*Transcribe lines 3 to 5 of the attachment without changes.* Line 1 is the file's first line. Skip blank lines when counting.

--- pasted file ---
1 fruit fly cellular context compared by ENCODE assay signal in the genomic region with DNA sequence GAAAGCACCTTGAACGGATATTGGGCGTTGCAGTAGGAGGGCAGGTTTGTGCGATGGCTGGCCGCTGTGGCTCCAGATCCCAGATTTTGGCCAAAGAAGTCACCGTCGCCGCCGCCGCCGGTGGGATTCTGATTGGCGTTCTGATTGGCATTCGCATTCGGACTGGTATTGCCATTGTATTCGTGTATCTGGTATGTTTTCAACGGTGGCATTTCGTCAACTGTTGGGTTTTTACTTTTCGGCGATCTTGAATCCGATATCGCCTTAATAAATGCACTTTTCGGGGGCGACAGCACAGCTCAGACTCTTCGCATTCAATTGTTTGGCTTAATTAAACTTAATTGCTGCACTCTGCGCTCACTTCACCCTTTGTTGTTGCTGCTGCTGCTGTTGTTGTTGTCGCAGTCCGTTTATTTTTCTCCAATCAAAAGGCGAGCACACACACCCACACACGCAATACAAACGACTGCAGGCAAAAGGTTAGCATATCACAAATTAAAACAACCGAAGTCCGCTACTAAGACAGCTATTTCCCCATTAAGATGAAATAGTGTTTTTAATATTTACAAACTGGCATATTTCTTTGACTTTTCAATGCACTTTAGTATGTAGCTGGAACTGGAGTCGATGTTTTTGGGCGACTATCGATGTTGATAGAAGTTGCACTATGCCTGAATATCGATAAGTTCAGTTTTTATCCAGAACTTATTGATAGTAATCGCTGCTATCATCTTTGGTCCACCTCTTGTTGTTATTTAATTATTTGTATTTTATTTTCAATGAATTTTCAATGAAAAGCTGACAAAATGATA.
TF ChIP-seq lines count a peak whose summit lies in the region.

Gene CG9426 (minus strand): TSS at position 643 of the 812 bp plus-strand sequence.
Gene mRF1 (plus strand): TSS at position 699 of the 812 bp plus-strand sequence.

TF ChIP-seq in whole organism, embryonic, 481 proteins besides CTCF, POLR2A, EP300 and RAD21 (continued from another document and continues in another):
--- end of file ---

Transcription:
Gene CG9426 (minus strand): TSS at position 643 of the 812 bp plus-strand sequence.
Gene mRF1 (plus strand): TSS at position 699 of the 812 bp plus-strand sequence.

TF ChIP-seq in whole organism, embryonic, 481 proteins besides CTCF, POLR2A, EP300 and RAD21 (continued from another document and continues in another):